lembrança do lugar onde nunca estive egg tempera on paper, partly painted with pigments processed from jacaranda flowers, seeds of a jacaranda tree sewed in cotton 32,2 x 45,4 cm, 27,4 x 23,3 cm 2022
I collected flowers fallen from jacaranda trees in the streets of Lisbon and processed/transformed them into pigments. Their intense lila faded into green-brown as seen in the branch of the painting. The transformation of the color and the collection of seeds picture the magical potential of natural change and renewal, but also the colonial act of plant immigration and stories of deplacement. The jacaranda tree keeps on sharing its own memory with us in a beautiful way- whenever it blooms. This happens in Portugal twice a year, in spring and in autumn- when it is spring in its land of origin, Brazil.
the sun, or how to remember a blue sky?
watercolor and pencil on paper,
25 x 45 cm
Creating a cooling effect on earth by injecting aerosols in the stratosphere is becoming one possible tool of geoengineering to face global warming. The particles have to be spread regularly, they would move and carry with the directions of the high winds and currents across the globe. They do not stop at national borders, they can hardly be controlled and condemned in the high stratosphere. Due to the difficulties in modeling their impact on the climate system, the efficiency of the technique is not predictable and remains theoretical until the urgency of climate crises pushes for any implementation of solar geoengineering. But who will decide for the moment when the crisis becomes urgent enough to use a technique of this scale? While the Global South suffers in the first place under the consequences of global warming, the industrial nations will still not fulfill the Paris Agreement. Collective decision-making processes become even more important when we think about the unpredictable consequences of one single country using aerosols to change the appearance of the sky. We can consider, for instance, that particles which are naturally let free from a volcano eruption would shield the sun in a larger scale for an uncertain period and turn the sky into shades of dust.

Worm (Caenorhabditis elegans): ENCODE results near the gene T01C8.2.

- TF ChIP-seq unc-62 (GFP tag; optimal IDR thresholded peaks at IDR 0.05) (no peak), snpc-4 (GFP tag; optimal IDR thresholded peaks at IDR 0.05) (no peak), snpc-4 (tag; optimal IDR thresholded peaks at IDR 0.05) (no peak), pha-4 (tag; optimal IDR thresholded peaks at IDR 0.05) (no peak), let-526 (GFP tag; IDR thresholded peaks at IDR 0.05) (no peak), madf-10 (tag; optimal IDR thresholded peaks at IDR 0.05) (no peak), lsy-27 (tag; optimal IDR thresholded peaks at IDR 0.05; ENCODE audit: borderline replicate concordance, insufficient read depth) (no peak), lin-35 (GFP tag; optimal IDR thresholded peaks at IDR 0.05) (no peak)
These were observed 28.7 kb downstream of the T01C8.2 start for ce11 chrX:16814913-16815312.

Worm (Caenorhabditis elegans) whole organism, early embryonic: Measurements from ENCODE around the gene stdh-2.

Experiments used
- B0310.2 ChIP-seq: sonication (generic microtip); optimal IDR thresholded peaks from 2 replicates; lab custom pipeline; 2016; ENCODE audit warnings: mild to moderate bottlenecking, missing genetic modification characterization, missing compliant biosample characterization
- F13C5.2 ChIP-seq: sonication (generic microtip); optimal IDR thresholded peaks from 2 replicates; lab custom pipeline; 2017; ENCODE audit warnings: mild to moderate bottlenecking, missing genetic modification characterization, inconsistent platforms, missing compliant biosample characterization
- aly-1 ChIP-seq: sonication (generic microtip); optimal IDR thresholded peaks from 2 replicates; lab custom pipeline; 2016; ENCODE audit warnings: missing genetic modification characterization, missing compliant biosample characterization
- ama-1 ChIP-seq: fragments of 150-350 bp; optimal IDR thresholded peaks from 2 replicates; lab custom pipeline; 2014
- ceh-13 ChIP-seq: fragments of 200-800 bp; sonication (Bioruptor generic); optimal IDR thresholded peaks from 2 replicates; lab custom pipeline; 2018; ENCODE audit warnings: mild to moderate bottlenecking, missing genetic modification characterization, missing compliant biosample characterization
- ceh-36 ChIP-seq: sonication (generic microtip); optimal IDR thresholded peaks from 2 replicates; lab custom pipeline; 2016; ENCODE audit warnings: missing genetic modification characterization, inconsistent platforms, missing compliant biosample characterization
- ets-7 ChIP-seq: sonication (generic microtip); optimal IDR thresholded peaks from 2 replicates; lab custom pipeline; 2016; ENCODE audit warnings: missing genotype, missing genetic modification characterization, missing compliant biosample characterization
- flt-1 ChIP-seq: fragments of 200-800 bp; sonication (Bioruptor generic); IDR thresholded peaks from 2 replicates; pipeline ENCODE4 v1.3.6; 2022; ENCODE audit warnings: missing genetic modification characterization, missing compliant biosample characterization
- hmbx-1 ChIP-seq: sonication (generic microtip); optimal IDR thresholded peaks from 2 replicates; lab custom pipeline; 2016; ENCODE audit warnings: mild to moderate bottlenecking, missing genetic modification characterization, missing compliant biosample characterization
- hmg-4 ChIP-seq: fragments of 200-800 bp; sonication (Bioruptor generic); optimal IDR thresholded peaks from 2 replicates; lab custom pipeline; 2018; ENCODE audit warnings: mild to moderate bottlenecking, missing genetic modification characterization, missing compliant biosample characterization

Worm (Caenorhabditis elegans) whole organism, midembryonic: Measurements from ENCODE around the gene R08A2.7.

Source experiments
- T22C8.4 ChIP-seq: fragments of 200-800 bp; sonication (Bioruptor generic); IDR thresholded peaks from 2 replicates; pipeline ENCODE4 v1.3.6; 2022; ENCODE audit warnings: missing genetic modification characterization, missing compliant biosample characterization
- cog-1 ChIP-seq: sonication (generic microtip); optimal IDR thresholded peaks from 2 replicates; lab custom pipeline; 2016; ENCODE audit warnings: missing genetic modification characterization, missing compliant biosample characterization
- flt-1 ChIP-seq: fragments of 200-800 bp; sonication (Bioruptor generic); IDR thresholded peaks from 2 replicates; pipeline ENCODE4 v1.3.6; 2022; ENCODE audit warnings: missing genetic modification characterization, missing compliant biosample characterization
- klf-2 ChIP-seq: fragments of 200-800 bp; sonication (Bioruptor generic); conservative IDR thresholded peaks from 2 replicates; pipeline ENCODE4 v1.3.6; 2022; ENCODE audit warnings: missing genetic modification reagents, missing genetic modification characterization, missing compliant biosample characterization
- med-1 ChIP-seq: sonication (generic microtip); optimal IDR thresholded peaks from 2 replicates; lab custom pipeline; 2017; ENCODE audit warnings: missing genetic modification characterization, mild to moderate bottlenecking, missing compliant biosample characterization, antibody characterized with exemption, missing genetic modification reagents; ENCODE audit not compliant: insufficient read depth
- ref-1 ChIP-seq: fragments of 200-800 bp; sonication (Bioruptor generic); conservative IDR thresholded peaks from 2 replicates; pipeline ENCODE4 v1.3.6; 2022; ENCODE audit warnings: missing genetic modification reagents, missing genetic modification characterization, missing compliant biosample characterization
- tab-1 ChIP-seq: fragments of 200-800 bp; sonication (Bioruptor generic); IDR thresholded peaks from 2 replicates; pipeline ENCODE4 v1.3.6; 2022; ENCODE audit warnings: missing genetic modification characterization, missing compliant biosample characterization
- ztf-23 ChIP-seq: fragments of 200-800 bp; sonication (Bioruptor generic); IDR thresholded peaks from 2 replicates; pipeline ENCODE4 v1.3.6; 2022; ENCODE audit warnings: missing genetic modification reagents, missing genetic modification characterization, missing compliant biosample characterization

The first time I read about solar radiation modification it was winter in Lisbon, in the beginning of 2022. During these days, large amounts of sand from the Sahara area was carried by winds towards the north, setting Europe almost entirely in a yellow subdued light for a couple of days. In a place with more than 300 days of blue sky per year, the mysterious yellow in the air radically shifted my perception of the environment. Facing the yellow fog, the natural event resonated with my research about solar engineering which would also diffuse the shades of light. By blending thoughts of sahara sand and this very geo gesture I was longing for the blue sky to appear.
melting little ice cubes 7 water paintings on paper 14,8 x 19,2 cm 2022
During a very hot summer day, I painted melting ice cubes on a plate. Due to the high temperature in my room, I had to work fast to freeze the little cubes into images before they disappeared.
photograph in wooden frame
20 x 40 cm
This image pictures an abandoned nest made by a bird out of grass and plastics, found in a field in Cortém, PT.
Hunting of the Snark II Watercolor on paper epoxy 97 x 100 cm 2019 ˜
Reflective Map (with Love to Anna Barriball‘s Silver Map) Graphite on silkpaper 35 x 45 cm 2019 ˜
Fly Isolation fabric, thread approx. 40 x 30 x 20 cm 2019 ˜
paula’s flowers Tempera on plywood series of 18, 14 cm each 2019
Indigo various materials dimensions variabel 2018 ˜
pulpe wood glue, German and French newspapers
40 x 20 cm 2019 ˜
Farbtafeln pigments, various materials in plaster on wood various dimensions 2017